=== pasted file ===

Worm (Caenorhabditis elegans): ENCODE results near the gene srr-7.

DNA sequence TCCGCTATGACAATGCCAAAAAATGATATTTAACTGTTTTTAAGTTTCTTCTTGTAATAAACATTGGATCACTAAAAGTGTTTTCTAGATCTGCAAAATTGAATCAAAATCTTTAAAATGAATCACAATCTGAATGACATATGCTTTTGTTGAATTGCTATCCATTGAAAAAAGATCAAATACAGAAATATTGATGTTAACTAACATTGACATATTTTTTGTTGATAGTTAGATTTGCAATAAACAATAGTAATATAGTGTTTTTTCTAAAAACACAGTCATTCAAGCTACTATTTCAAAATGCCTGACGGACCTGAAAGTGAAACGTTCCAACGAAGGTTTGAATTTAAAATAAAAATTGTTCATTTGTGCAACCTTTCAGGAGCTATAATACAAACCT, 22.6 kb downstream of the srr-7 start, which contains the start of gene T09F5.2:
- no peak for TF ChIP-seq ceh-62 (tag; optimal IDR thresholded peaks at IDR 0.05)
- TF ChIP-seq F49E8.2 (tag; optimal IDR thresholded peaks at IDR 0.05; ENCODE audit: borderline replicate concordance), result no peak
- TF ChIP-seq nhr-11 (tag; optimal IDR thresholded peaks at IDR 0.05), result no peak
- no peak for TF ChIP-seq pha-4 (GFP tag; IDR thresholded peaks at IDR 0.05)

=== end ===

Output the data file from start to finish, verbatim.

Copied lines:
Worm (Caenorhabditis elegans): ENCODE results near the gene srr-7.

DNA sequence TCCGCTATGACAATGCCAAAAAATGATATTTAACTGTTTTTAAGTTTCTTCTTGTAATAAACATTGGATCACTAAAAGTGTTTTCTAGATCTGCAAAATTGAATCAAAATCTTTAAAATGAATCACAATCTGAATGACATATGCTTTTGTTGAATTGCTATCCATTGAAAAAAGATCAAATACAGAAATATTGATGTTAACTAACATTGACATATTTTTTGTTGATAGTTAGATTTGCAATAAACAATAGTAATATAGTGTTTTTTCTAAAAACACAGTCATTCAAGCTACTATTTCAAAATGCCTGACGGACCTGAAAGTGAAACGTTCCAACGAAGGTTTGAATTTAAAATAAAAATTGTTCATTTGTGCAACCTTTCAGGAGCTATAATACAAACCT, 22.6 kb downstream of the srr-7 start, which contains the start of gene T09F5.2:
- no peak for TF ChIP-seq ceh-62 (tag; optimal IDR thresholded peaks at IDR 0.05)
- TF ChIP-seq F49E8.2 (tag; optimal IDR thresholded peaks at IDR 0.05; ENCODE audit: borderline replicate concordance), result no peak
- TF ChIP-seq nhr-11 (tag; optimal IDR thresholded peaks at IDR 0.05), result no peak
- no peak for TF ChIP-seq pha-4 (GFP tag; IDR thresholded peaks at IDR 0.05)